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Implied terms: nightmare on Kensington High Street

David Siesage

In Clin v Walter Lilly, the Court of Appeal held that it was necessary to imply a term into a construction contract to deal with planning permission.

Mr Clin had contracted with Walter Lilly to create a single house from two adjoining properties in Kensington – a project that would involve extensive demolition, reconstruction and refurbishment works.

Shortly after Walter Lilly began, the local authority warned that the construction works amounted to “substantial demolition” and therefore required conservation area consent. This caused significant delays to the project, through appeals, changes to the design, and applications.

A year later, consent was finally granted and construction restarted. However, Walter Lilly sought a declaration that, as a result of the delay, they were contractually entitled to an extension of time to complete the works. Mr Clin defended the claim.

This was an appeal of preliminary issues.  One question for the Court of Appeal was whether the judge was right to hold that a term should be implied into the building contract to provide for Mr Clin’s obligations as to planning permission or conservation area consent.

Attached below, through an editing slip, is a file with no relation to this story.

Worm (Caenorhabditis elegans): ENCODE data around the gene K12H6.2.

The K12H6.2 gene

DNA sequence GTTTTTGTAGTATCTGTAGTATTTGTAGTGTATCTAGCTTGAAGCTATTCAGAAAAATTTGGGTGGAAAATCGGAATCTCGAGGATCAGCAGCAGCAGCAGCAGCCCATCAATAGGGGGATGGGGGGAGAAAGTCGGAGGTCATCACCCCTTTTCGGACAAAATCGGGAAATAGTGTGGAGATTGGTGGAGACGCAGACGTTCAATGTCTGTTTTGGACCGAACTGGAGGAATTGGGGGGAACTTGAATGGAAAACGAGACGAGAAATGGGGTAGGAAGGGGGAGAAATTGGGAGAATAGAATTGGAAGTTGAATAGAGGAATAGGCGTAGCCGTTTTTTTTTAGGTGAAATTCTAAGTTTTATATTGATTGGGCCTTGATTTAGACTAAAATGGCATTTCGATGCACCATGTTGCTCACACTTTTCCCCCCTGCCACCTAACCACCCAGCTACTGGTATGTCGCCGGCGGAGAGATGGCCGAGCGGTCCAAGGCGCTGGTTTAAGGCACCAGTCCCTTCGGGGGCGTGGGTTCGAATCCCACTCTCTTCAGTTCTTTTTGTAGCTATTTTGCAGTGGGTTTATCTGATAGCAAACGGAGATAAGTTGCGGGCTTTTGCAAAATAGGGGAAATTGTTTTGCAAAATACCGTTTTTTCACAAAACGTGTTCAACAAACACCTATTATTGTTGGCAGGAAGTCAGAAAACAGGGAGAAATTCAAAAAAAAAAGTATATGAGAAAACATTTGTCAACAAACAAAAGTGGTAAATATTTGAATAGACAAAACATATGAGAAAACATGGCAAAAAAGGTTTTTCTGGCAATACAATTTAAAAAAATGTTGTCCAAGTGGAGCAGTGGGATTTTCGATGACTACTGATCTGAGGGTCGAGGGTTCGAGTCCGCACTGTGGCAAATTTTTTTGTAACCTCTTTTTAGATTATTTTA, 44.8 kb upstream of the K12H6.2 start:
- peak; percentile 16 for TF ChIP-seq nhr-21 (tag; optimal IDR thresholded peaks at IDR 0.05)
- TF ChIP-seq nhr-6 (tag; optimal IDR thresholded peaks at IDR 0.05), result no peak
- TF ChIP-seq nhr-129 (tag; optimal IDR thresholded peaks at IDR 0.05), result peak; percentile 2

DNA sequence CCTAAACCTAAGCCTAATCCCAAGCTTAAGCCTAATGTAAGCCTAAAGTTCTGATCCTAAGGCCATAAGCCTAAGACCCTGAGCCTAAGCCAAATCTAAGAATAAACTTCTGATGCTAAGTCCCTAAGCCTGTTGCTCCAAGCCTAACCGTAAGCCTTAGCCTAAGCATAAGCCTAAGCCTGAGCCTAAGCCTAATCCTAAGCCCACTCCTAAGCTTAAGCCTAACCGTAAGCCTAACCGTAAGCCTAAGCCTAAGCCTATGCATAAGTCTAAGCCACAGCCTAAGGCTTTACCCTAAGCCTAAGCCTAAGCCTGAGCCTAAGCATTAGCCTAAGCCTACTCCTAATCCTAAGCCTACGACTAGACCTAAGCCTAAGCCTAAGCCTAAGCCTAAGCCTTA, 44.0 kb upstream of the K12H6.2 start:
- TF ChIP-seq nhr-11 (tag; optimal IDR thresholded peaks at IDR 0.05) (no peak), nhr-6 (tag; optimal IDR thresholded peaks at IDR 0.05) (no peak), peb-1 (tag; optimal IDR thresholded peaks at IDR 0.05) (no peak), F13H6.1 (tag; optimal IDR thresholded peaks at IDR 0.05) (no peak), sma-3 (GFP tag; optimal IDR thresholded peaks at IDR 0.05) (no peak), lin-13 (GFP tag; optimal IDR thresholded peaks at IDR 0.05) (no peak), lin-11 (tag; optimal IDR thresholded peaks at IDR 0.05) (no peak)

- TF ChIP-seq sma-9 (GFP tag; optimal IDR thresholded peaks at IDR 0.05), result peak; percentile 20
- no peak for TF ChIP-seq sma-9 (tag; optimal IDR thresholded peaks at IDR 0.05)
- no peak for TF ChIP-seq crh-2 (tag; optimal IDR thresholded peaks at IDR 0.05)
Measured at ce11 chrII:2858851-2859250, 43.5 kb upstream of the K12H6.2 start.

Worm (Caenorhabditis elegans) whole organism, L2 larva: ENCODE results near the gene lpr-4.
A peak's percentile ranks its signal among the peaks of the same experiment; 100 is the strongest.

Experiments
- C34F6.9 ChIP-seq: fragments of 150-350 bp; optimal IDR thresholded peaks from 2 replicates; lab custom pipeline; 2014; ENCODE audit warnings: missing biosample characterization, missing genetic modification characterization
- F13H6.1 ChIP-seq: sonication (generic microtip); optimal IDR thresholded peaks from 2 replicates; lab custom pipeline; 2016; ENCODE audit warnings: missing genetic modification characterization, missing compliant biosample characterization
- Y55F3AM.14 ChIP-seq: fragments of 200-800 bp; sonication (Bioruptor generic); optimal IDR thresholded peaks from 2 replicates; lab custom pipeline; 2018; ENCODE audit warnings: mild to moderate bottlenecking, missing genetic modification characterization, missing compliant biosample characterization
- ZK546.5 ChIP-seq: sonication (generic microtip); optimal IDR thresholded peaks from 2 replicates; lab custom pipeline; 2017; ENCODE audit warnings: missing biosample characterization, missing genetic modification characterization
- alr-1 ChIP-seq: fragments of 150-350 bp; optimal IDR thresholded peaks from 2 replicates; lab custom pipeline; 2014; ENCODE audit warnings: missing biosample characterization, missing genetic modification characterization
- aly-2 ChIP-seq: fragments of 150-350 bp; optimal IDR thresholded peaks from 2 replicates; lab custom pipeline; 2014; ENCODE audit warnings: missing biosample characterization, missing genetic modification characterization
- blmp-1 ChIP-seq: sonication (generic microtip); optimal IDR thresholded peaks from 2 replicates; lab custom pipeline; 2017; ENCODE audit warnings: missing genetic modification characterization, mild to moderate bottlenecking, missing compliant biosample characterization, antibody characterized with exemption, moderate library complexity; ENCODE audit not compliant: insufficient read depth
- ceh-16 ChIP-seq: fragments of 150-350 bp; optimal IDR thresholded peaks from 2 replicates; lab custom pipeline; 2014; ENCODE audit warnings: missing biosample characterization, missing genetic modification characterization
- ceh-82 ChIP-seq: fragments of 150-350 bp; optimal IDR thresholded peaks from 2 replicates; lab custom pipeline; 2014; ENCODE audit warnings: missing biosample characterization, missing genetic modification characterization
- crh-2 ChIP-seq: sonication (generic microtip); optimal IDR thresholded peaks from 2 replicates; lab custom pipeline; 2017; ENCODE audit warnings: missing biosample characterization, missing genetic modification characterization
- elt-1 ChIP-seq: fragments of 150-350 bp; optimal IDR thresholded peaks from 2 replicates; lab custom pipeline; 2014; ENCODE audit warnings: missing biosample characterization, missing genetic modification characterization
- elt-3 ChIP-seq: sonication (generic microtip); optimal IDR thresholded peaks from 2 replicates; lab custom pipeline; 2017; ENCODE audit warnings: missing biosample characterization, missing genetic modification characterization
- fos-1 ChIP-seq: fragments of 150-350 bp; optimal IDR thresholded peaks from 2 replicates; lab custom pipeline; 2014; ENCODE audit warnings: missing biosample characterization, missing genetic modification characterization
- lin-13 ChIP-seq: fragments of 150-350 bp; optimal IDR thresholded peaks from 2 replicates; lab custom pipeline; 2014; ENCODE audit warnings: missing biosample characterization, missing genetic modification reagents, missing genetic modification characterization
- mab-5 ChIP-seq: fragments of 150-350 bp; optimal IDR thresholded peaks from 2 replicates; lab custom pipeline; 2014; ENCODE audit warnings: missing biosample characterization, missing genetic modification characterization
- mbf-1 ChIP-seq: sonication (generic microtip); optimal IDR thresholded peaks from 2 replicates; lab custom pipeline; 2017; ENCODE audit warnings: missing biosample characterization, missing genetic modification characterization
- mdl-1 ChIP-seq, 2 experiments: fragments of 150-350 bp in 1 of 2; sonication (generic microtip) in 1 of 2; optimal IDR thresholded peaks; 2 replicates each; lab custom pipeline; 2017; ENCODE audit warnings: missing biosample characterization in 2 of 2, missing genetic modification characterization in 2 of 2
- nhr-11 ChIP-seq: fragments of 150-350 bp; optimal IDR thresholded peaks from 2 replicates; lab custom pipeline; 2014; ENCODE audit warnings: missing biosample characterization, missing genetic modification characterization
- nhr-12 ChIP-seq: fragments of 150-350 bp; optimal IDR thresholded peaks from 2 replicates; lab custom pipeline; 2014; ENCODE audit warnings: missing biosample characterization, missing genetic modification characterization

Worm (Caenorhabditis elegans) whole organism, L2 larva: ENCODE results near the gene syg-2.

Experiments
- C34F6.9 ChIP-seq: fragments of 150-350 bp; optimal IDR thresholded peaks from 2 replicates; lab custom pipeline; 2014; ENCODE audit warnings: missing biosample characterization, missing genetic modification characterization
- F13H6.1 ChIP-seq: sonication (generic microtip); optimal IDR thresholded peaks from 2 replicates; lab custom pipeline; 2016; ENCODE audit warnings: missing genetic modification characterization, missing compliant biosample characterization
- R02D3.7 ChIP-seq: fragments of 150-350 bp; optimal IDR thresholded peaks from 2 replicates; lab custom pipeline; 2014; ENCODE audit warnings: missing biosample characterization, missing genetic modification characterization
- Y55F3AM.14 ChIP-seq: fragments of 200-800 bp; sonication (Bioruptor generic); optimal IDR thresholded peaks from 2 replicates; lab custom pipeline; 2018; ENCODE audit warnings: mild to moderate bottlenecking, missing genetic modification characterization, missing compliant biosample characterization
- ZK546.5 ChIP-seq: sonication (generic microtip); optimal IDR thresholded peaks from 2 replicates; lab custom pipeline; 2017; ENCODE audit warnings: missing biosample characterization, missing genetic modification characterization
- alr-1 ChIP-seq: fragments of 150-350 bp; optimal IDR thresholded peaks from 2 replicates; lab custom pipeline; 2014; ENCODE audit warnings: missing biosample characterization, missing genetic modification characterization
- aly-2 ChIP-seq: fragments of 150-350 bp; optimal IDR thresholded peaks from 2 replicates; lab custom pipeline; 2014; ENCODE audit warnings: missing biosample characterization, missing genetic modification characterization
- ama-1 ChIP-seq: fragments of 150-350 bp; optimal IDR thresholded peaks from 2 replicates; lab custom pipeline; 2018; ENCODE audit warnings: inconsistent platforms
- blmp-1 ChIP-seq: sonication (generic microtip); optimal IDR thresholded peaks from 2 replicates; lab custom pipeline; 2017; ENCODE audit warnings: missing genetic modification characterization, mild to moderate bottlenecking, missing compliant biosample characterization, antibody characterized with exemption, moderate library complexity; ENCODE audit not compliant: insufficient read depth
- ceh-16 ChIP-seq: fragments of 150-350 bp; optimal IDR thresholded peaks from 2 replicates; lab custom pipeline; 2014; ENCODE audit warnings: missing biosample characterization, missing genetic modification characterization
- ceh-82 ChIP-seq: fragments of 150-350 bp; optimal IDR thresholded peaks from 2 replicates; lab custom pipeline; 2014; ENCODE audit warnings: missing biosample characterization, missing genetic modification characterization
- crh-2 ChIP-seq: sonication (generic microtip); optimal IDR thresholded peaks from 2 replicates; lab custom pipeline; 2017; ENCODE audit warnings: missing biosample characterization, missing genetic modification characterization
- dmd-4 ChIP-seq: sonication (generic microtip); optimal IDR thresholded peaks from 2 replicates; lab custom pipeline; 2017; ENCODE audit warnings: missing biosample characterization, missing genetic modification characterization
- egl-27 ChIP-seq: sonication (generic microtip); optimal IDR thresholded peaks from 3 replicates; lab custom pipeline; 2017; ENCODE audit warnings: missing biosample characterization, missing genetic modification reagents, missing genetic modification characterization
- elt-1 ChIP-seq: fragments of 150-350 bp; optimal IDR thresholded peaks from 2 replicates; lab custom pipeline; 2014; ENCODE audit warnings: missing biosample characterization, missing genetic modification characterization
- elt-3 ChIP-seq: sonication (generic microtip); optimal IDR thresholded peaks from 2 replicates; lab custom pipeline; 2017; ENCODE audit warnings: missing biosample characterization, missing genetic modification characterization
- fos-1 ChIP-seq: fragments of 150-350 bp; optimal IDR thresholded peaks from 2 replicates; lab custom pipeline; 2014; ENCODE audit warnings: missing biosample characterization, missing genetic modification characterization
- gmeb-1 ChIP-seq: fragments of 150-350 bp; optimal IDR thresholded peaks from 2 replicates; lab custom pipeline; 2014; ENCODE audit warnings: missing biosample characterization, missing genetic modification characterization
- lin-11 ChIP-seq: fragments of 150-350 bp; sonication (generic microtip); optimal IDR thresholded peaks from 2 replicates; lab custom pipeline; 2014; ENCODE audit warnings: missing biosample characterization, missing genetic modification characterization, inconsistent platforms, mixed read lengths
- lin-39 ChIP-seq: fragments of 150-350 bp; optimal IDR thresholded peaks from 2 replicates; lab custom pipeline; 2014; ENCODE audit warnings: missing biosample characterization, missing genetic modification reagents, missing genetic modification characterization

The court agreed with the judge that an implied term was indeed necessary in order to establish whose responsibility it was to seek planning permission, and further, held that this responsibility should fall on the employer (Mr Clin), not the contractor (Walter Lilly).

The judge at first instance had explained that a reasonable person who wishes to develop his land will know that either he must seek planning permission or that he must be satisfied his proposed development is exempt from such requirements. What’s more, the party best placed to obtain planning permission is the employer, as he knows well in advance what he intends to do.

The court set out what the appropriate implied term would be. It acknowledged that the planning process is inherently uncertain, so the implied term did not require Mr Clin to obtain planning permission, but simply that he use “all due diligence” to do so. It was explained that a diligent application would be made in a timely manner, while a diligent applicant would be co-operative and provide “sufficient information” to the local authority.

Comments published on Compact Contract do not necessarily reflect the views of Allen & Overy or its clients.

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